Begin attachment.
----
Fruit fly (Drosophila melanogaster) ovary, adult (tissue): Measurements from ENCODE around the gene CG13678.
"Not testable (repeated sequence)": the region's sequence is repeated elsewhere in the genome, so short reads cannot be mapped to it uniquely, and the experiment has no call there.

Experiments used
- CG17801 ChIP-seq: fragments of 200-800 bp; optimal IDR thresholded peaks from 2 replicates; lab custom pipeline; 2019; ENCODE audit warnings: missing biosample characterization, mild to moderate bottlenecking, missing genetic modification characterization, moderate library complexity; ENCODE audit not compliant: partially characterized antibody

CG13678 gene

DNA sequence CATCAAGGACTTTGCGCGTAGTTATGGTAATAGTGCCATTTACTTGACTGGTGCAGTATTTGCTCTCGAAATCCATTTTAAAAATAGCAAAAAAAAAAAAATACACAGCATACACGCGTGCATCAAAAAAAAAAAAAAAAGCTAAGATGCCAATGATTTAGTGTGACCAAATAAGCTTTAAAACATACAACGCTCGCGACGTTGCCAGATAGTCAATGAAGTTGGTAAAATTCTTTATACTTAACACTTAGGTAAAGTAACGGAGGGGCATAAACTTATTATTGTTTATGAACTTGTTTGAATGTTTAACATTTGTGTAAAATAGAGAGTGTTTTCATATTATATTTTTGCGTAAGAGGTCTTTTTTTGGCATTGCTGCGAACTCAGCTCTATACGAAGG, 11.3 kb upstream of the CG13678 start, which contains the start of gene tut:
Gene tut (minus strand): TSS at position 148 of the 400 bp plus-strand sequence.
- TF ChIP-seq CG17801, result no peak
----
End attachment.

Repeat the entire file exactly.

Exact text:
Fruit fly (Drosophila melanogaster) ovary, adult (tissue): Measurements from ENCODE around the gene CG13678.
"Not testable (repeated sequence)": the region's sequence is repeated elsewhere in the genome, so short reads cannot be mapped to it uniquely, and the experiment has no call there.

Experiments used
- CG17801 ChIP-seq: fragments of 200-800 bp; optimal IDR thresholded peaks from 2 replicates; lab custom pipeline; 2019; ENCODE audit warnings: missing biosample characterization, mild to moderate bottlenecking, missing genetic modification characterization, moderate library complexity; ENCODE audit not compliant: partially characterized antibody

CG13678 gene

DNA sequence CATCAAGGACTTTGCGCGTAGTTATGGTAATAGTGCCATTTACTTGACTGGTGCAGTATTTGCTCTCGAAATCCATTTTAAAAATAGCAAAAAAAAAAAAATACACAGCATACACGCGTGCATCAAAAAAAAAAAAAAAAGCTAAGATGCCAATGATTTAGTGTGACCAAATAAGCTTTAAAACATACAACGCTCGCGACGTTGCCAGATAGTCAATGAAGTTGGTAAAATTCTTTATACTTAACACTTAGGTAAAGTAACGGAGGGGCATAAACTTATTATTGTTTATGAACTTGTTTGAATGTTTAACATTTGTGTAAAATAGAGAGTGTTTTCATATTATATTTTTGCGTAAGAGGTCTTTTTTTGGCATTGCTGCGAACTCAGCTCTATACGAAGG, 11.3 kb upstream of the CG13678 start, which contains the start of gene tut:
Gene tut (minus strand): TSS at position 148 of the 400 bp plus-strand sequence.
- TF ChIP-seq CG17801, result no peak